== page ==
Question the enviros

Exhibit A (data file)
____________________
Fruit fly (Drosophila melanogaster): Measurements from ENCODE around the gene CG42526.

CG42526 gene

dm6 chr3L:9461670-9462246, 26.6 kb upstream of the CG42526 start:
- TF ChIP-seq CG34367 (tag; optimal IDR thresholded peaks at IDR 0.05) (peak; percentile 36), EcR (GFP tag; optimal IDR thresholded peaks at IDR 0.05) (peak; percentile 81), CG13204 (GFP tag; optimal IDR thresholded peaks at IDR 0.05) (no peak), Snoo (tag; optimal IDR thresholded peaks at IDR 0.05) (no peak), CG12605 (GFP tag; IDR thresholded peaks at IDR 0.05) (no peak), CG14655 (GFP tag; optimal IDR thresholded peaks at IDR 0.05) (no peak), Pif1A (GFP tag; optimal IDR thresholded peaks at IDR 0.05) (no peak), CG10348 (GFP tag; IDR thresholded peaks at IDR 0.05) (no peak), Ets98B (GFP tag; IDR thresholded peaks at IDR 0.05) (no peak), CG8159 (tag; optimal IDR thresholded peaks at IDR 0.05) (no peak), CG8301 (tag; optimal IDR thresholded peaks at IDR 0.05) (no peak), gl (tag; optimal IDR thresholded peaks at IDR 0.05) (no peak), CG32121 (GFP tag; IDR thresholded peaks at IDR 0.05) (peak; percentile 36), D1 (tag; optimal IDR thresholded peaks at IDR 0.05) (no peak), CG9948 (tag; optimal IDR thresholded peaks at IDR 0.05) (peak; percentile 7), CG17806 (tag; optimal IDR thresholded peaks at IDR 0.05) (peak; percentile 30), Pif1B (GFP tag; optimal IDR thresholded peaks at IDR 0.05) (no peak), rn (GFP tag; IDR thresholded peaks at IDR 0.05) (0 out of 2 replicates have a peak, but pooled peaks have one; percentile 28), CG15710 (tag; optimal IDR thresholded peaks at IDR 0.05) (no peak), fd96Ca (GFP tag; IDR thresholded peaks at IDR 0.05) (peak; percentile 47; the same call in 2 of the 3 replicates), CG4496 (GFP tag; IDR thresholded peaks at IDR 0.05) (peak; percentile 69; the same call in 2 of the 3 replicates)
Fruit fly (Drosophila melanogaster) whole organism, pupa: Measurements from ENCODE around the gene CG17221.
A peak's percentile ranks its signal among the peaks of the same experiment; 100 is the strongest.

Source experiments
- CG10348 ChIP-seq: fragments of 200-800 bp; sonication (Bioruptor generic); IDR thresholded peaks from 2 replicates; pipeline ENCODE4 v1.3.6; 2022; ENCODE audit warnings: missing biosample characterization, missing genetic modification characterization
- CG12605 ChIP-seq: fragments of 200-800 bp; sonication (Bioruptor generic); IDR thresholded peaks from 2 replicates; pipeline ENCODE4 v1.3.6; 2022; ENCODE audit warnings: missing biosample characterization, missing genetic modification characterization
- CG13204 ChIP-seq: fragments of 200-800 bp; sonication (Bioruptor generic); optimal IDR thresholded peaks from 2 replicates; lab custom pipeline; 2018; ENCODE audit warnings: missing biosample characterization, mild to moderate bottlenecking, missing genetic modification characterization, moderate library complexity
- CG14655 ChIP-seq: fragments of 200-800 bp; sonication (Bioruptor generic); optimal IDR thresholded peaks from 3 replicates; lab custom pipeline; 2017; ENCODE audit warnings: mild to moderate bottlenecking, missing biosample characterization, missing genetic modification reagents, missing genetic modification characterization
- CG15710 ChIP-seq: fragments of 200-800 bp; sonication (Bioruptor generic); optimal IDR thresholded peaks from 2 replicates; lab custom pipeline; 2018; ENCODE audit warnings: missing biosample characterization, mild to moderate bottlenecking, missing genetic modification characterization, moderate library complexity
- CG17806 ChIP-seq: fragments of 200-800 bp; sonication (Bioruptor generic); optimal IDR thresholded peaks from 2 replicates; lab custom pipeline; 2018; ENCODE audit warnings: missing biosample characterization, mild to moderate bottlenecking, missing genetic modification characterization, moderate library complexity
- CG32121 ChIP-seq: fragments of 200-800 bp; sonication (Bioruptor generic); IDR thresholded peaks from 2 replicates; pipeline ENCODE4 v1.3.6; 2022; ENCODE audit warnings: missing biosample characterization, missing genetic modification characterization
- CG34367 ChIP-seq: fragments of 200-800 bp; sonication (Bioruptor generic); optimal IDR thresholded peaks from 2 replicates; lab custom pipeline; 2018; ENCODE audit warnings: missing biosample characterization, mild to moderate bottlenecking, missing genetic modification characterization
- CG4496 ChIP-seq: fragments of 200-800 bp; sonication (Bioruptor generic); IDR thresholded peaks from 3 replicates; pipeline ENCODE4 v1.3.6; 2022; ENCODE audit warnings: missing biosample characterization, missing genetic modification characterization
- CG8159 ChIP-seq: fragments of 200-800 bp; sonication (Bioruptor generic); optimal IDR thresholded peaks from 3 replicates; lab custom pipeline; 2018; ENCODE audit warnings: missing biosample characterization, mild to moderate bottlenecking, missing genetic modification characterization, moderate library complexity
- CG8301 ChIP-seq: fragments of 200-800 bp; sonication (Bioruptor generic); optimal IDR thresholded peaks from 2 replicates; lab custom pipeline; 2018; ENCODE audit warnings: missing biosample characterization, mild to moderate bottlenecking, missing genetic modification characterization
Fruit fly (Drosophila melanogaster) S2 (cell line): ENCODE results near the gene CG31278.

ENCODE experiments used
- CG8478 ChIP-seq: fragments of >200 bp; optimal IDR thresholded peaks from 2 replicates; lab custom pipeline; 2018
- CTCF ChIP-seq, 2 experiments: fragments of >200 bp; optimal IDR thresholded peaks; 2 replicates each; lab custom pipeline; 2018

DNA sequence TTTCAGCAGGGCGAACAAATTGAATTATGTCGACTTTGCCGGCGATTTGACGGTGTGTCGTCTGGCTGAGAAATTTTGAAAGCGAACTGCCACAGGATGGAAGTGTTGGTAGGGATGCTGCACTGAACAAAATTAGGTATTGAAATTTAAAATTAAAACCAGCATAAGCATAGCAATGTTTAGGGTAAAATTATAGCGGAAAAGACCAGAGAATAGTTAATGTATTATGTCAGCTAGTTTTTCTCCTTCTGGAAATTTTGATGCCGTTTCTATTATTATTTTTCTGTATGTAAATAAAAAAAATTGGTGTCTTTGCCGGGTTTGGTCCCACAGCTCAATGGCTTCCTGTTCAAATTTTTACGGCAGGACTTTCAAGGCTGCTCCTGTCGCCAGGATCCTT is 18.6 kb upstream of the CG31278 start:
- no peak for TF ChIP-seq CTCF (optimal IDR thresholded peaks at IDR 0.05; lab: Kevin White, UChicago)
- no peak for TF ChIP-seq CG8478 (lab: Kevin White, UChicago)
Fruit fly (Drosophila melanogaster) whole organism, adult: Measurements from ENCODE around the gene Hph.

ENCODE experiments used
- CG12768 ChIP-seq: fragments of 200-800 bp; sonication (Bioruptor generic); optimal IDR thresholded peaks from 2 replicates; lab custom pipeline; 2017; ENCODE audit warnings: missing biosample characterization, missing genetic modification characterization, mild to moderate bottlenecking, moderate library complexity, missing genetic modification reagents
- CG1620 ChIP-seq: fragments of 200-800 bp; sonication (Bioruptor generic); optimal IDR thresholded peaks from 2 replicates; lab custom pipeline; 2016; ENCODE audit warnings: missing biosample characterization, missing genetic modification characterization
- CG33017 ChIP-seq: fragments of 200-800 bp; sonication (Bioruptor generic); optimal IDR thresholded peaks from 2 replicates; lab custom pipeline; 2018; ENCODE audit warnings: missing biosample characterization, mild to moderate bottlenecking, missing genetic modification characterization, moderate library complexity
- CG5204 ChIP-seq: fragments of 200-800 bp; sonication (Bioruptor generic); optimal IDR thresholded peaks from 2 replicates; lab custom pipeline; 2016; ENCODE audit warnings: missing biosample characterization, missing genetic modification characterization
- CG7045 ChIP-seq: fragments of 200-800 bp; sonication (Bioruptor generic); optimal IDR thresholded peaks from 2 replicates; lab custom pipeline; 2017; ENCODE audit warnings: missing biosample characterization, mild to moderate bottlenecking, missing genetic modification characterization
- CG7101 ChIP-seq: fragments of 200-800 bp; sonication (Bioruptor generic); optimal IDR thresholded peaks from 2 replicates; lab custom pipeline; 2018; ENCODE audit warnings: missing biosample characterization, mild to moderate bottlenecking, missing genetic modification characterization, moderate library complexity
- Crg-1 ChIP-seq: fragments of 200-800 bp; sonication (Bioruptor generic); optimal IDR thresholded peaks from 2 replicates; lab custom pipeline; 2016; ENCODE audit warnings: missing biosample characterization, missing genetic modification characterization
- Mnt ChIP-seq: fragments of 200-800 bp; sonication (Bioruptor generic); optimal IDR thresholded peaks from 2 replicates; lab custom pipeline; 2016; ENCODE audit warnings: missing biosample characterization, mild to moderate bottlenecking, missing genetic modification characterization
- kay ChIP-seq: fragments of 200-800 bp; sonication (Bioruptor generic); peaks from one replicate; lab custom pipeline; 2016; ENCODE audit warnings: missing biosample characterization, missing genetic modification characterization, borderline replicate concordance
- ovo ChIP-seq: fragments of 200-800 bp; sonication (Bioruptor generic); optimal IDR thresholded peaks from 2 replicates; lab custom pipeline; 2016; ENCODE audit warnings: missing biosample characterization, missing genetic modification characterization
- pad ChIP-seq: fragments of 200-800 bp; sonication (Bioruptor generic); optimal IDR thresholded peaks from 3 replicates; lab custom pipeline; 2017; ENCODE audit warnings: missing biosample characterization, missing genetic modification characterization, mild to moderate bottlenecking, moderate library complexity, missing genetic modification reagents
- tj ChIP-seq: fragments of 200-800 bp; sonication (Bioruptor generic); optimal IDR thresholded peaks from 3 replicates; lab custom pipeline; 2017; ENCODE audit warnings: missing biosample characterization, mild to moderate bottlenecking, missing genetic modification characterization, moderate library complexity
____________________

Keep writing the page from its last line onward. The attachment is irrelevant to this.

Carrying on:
Dear Editor: I used to be a logger. Now I’m a forest activist of a different kind than you’re used too. I support loggers and the Forest Service. I’d like to comment on the recent story (Feb. 17) about the Baylor Park blowdown.Because of environmentalist litigation and four years of delay, the USFS says that 100,000 acres of forest will be killed by the spruce beetle. Because of their delays, I find it ironic that the enviros will be responsible for killing over twice as many acres of forest as the USFS has logged in 60 years. According to the White River National forest plan, only 40,000 acres have been logged in 60 years. That’s only 3 percent of the “forested” acres on the national forest. In 60 years. A lot smaller number than you were led to believe, isn’t it? Did you know that only .5 percent (that’s half) of the forest was ever clearcut? The other 2.5 percent was thinned, which leaves many trees still standing. How about the fact that your forest grows 15 times as much wood as they cut in a year? Your forest is getting older and bigger. Think about that the next time you hear the enviro propaganda that logging is not “sustainable”.Doesn’t it bother you that the enviros never told you this side of the logging debate? When I sense they’re not giving me both sides of the story, I start questioning the story they’re telling me.The greens are right in saying the spruce beetle is natural. They celebrate the blowdown when they described it as “how healthy forests behave”. That endless forest of green outside your picture window that drew you to Aspen is a product of man, not nature. Nature is the great destroyer. I don’t think you can handle the truth of the pre-settlement forest. Here’s some more numbers they won’t tell you. Early explorers estimate that 25 percent of the spruce forests were dead a hundred years ago (please compare to the 3 percent number above). Sixty percent of your aspen and lodgepole forests were burned in great fires in the late 1800s (think of that the next time you’re outraged by a clearcut). Combined, that means that 40 percent of your “natural” forest was dead. Is that the view you want outside your picture window when the spruce beetle comes to Aspen? It’s the view the enviros want for you. It’s the view they celebrate as a healthy forest.I’ve seen houses surrounded by burned trees that don’t sell for years after a fire. Drive on down to Baylor Park this summer. Then ask yourselves who you’re going to trust more to protect your property values. I’ll put my money with the professionals at the Forest Service. Question the environmental establishment. Derek WeidenseeRapid City, S.D.